Posts in category sans-serif - page 7
American Type Founders designed the OCR-A font in 1968 to aid machines in recognizing the characters optically long before advanced OCR technologies were available. The goal was to be both machine and human-readable, and it was a great success and is still used today in a variety of places despite being followed by the more human-friendly OCR-B.
I created this liberal adaptation on the Sinclair Spectrum +3 using Artist II in the late 1980s. The distinctive style shines through even at this tiny size.
This font works well if you want a dated view of technological progress.
Susan Kare’s iconic Chicago shipped with the original Apple Macintosh in 1984 and was the standard system font until MacOS8 replaced it with the TrueType Charcoal look-alike. It did receive a dust-off in 2001 to become the primary font on the newly launched iPod range.
I created this font around 1990 using Artist II on a Spectrum +3. Chicago wasn’t quite so iconic back then, and the real challenge was trying to get a 12-pixel high proportional font into an 8x8. (MacOS has a 9pt ‘Chicago’ that is devoid of the distinctive bold flair). In order to retain the tall, narrow style, I reduced the character widths. I later created a more relaxed ‘wide’ variant too. In early 2021 I added a “Twiggy” variant based on screenshots of the Mac prototypes that sported an earlier version of Chicago.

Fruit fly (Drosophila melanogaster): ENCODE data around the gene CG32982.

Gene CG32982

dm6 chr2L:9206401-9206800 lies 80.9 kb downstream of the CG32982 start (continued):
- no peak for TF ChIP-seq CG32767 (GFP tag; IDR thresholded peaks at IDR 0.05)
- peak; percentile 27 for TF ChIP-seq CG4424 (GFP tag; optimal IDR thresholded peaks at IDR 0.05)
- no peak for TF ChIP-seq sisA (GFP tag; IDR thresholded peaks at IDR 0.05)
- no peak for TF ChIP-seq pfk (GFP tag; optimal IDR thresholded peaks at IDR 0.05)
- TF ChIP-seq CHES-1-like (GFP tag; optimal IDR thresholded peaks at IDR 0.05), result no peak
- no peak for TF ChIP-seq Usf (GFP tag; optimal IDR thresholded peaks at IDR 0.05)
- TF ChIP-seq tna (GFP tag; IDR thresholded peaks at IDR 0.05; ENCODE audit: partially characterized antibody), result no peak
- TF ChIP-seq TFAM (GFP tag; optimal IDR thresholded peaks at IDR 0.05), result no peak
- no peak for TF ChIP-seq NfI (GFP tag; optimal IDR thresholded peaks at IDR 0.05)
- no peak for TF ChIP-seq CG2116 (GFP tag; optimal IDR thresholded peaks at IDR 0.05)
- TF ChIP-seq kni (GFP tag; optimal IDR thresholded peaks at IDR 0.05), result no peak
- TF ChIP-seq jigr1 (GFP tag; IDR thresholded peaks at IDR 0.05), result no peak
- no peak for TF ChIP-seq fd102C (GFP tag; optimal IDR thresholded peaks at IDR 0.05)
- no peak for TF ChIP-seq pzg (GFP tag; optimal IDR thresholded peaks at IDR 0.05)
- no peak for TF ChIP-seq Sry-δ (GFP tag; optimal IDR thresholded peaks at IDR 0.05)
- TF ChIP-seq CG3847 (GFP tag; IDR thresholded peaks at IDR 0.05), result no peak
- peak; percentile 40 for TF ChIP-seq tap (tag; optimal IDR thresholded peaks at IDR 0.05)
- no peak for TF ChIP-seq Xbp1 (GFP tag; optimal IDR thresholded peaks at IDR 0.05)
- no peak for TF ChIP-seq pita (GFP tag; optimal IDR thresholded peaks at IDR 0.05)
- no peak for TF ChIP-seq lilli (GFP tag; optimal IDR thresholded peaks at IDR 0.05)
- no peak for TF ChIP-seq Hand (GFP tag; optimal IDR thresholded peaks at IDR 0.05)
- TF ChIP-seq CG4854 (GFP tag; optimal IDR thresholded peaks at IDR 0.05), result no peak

It achieves the job of looking like Chicago while not being too similar at a pixel level. It’s the feel of the 12-point font using some of the style from the 10-point. I’d think this is what the 9pt should have looked like with some tweaks for mono-space and low-res readability.
This font works well for titles and large bodies of text, although, could benefit from a proportional renderer.
This font started as You Square in 2006’s BASIN as a simple digital square font. It later received a bold weight and finally a wide variant too.
All three work well for titles, prose and lists, and the combination of three styles allows for some mix and match variation.
A 2006 BASIN creation that’s unashamedly bold and a little reminiscent of many a cover tape back in the day.
Not too much to say about this one - it’s super-simple and bold with little in the way of flourishes and works for titles and can be used for dialog and prose although it can get a bit hard to read in descriptive text adventures.
Can be seen in Quahappy.